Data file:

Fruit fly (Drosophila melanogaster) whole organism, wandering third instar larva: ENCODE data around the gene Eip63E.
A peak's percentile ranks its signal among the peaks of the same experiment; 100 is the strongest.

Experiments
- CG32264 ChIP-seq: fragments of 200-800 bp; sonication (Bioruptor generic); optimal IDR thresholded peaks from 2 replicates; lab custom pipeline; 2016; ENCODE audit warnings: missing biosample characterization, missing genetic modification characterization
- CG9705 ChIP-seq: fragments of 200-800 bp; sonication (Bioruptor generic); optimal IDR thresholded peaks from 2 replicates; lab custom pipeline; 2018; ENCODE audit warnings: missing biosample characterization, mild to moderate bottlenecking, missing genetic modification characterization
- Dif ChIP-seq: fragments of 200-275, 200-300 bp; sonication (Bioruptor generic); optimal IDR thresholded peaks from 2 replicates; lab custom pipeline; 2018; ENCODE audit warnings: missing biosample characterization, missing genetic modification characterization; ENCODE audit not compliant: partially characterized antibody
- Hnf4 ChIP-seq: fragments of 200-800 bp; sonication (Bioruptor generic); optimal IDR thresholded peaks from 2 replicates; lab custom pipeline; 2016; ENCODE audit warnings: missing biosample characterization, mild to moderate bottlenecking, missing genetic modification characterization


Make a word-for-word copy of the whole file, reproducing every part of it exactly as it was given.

Fruit fly (Drosophila melanogaster) whole organism, wandering third instar larva: ENCODE data around the gene Eip63E.
A peak's percentile ranks its signal among the peaks of the same experiment; 100 is the strongest.

Experiments
- CG32264 ChIP-seq: fragments of 200-800 bp; sonication (Bioruptor generic); optimal IDR thresholded peaks from 2 replicates; lab custom pipeline; 2016; ENCODE audit warnings: missing biosample characterization, missing genetic modification characterization
- CG9705 ChIP-seq: fragments of 200-800 bp; sonication (Bioruptor generic); optimal IDR thresholded peaks from 2 replicates; lab custom pipeline; 2018; ENCODE audit warnings: missing biosample characterization, mild to moderate bottlenecking, missing genetic modification characterization
- Dif ChIP-seq: fragments of 200-275, 200-300 bp; sonication (Bioruptor generic); optimal IDR thresholded peaks from 2 replicates; lab custom pipeline; 2018; ENCODE audit warnings: missing biosample characterization, missing genetic modification characterization; ENCODE audit not compliant: partially characterized antibody
- Hnf4 ChIP-seq: fragments of 200-800 bp; sonication (Bioruptor generic); optimal IDR thresholded peaks from 2 replicates; lab custom pipeline; 2016; ENCODE audit warnings: missing biosample characterization, mild to moderate bottlenecking, missing genetic modification characterization